Michael Adams surprised the Frenchman by playing the Breyer, and the variation that came on the board was in fact seen three times in the 1992 rematch between Robert Fischer and Boris Spassky.

MVL and Adams followed an old line of the Breyer. | Photo Ray Morris-Hill.

“At first I was doing fine and then I was missing all sorts of moves,” MVL said. “I was not feeling like I was playing my best.” Adams accepted the draw arguing that “it's not really clear what either side's plan is.”

As a result, the English number one played his eighth(!) draw in a row. “It's a bit weird,” he said. “I can't remember the last time that happened.” Vachier-Lagrave didn't complain: “If my off-days look like that, it's reasonable.”

Two players on plus one kept their unbeaten status in London: Alexander Grischuk and Levon Aronian. They drew an English Opening that became really interesting but suddenly ended in a repetition in time trouble.

The press conference started with a funny dialogue between the players.

Aronian: “It's a variation we both analyzed.”
Grischuk: “Ah, you analyzed?”
Aronian: “Not that my play showed!” 
Grischuk: “It was not the best analysis of yours.” 

Grischuk teased his opponent a bit at the press conference. | Photo Ray Morris-Hill.

Black was sort of OK out of the opening, but Aronian admitted that his 15...a6 and 16...Ra7 was “a bit too much.” Grischuk got the upper hand, but then “started playing incredibly bad,” as he put it himself.

Grischuk missed a move or two from Aronian, got into his usual timetrouble and then he was lucky that Aronian “got too excited” and went ...hxg3 before taking on d5.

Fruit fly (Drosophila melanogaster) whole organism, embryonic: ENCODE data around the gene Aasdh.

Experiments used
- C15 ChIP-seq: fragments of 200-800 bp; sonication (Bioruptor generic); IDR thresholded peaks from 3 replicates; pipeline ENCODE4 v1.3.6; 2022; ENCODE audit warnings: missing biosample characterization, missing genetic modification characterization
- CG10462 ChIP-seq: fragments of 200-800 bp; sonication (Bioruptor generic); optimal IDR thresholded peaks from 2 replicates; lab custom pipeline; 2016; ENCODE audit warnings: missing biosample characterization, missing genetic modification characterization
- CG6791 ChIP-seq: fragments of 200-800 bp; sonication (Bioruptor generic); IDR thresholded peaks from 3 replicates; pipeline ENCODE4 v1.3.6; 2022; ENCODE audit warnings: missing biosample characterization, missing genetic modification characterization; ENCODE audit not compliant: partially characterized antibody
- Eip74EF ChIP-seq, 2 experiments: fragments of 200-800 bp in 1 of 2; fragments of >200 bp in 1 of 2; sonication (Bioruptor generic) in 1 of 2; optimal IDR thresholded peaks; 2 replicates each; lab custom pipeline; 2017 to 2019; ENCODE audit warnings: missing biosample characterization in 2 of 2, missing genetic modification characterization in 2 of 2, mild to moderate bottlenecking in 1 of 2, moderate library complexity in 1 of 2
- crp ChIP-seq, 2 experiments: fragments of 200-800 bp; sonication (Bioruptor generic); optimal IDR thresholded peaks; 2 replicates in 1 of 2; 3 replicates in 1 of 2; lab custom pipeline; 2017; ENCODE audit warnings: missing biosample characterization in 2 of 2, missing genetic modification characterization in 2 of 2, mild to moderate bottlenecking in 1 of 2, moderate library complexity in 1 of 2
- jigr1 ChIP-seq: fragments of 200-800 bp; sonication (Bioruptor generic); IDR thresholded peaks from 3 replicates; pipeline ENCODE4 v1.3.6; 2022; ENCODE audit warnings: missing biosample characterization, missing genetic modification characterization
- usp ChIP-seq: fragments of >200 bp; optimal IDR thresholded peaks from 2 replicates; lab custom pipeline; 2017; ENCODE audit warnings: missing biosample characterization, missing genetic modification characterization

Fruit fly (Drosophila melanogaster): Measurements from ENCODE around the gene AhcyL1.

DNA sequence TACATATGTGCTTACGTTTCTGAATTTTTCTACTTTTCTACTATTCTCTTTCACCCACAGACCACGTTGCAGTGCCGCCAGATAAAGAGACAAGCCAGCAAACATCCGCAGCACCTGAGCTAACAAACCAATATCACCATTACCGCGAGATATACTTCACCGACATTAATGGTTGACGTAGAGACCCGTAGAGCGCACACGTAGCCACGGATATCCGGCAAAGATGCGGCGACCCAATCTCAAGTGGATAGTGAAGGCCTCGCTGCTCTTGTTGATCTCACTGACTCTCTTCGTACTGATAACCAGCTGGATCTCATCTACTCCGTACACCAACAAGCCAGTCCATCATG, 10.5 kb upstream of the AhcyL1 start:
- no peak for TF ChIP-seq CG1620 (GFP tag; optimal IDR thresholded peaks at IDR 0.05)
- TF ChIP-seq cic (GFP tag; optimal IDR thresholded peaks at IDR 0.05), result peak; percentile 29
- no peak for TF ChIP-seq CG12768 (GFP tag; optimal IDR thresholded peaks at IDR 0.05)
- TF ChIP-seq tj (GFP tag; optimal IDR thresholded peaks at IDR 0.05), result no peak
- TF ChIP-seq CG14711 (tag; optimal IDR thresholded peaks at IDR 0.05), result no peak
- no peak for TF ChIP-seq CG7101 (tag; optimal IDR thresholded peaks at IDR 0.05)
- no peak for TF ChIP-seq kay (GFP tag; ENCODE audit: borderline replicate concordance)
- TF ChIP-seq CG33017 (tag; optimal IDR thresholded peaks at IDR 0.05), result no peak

Aronian: “Taking on g3 was really stupid, I blinked for a second.”

Vishy Anand again had to defend but managed to stop the bleeding with a draw against Fabiano Caruana. The latter had done some strong preparation in the Open Catalan and improved upon a game Ponomariov-Karjakin from the 2010 Amber tournament.

His play involved an exchange sacrifice which was dangerous to accept. “I couldn't see that I was losing if I took the exchange, but I didn't really feel like trying it,” said Anand. “I went for ...Qd6 but this is not much more fun either.”

Caruana kept his advantage into the endgame, and at some point won a pawn. Anand hadn't seen it in advance, but after the time control he could calculate everything to a draw. “There was a lot of pressure till the very end,” he said.

A tough day at the office but a draw in the end for Anand. | Photo Ray Morris-Hill.

And so, like Adams, Caruana has now played eight draws and... these two players face each other in tomorrow's last round. “If the game has a decisive result that would be ironic,” said Caruana.